• Finally, add a ribbon and a bow.  Secure them with hot glue.
    • Noel!  You are finished.

    MERRY CHRISTMAS!

    Tuesday, December 13, 2011

    Do You Hear What I Hear?


    I was in tears today as I drove the carpool to preschool.  I was alone in the minivan cruising along Highway 20 past forlorn corn fields.  Nothing was wrong, but tears glided down my cheeks.

    What happened?

    Simply put-  I heard a story on the radio. 

    A man was talking about Christmas carols and how many people don't realize that some "classics" aren't really old.  During his conversation he brought up Do You Hear What I Hear?  and reflected a little on the story behind the song.

    Noel Regney weathered World War II, witnessed Korea and was upset with world events during the Cuban Missile Crisis.  He penned this beautiful poem proclaiming peace during the frightening fiasco with nuclear missiles.  He asked his wife to set the words to music and the rest is history.

    It was a moving story about the hope for peace.

    Now that I possess the story for this song, the visualized backdrop adds a new meaning to the Nativity story.  Year after year, we hear the same story about Mary and Joseph, no room in the inn, angels, and shepherds.  I am sure you've heard it at least once or twice, but somewhere over the years I lost a human connection to the story.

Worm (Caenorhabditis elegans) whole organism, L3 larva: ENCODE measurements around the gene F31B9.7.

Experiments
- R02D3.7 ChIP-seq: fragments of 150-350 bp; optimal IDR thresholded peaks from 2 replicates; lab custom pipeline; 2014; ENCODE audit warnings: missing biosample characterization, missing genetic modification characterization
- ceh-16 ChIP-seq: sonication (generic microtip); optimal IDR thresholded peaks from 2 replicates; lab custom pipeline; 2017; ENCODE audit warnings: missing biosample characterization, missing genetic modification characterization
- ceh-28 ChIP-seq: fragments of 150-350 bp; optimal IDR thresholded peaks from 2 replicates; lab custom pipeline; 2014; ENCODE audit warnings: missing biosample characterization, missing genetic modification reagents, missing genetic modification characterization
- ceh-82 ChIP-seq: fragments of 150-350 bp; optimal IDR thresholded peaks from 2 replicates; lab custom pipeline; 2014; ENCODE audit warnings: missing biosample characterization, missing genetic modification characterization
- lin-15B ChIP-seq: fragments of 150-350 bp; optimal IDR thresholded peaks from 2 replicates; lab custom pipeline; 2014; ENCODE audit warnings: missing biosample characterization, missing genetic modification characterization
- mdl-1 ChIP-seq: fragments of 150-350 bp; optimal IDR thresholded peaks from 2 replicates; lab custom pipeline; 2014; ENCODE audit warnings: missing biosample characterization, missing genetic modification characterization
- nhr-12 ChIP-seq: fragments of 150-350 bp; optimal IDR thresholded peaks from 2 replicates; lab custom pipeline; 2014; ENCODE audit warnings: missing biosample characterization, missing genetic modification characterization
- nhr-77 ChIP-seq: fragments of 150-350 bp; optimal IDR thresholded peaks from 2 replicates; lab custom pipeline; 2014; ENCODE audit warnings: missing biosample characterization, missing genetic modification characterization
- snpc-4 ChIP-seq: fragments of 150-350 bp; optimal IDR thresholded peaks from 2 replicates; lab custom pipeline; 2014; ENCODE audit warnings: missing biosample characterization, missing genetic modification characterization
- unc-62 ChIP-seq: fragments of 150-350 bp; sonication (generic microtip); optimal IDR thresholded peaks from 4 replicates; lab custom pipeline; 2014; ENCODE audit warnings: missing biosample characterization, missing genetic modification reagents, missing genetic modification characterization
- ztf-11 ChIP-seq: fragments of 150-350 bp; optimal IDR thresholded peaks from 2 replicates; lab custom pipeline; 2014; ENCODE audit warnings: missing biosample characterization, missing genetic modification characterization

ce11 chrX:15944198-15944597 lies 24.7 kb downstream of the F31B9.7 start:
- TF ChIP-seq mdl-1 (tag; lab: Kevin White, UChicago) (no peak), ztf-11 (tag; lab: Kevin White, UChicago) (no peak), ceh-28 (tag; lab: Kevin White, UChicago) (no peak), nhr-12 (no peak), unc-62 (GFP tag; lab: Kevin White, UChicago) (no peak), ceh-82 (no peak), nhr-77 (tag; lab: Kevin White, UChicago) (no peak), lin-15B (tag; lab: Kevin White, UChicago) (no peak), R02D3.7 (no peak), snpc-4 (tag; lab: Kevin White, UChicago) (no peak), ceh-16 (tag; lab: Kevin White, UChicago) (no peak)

Sometimes, we just need to examine the story from a different angle.


    Here is a link to a youtube video with the original 60's version:



    If you are interested here is more information about the carol's history:
    http://www.answers.com/topic/do-you-hear-what-i-hear-vocal-classical-work

    Monday, December 12, 2011

    Simple Snicker Doodles


    December is a month crammed with special programs and parties where we typically need to bring a couple dozen treats to share.  I have fell back on this cinnamon cookie recipe a lot during the past few years.  It's a great alternative to frosted sugar cookies and the always popular chocolate chip. 

    They go together fairly fast and easy-   that makes it a win win for me!  I doubled the batch and froze some of the sugared dough balls for later.  I will take them out of the freezer and bake when I need them.


    Here is what you will need to whip up a batch of these crisp cookies:
    • 1 cup softened shortening
    • 1 1/2 cups sugar
    • 2 eggs
    • 1 tsp. vanilla
    • 2 3/4 cups flour
    • 2 tsp. cream of tartar
    • 1 tsp. baking soda
    • 1/2 tsp. salt
    • 3 T. cinnamon
    • 1 1/2 T. sugar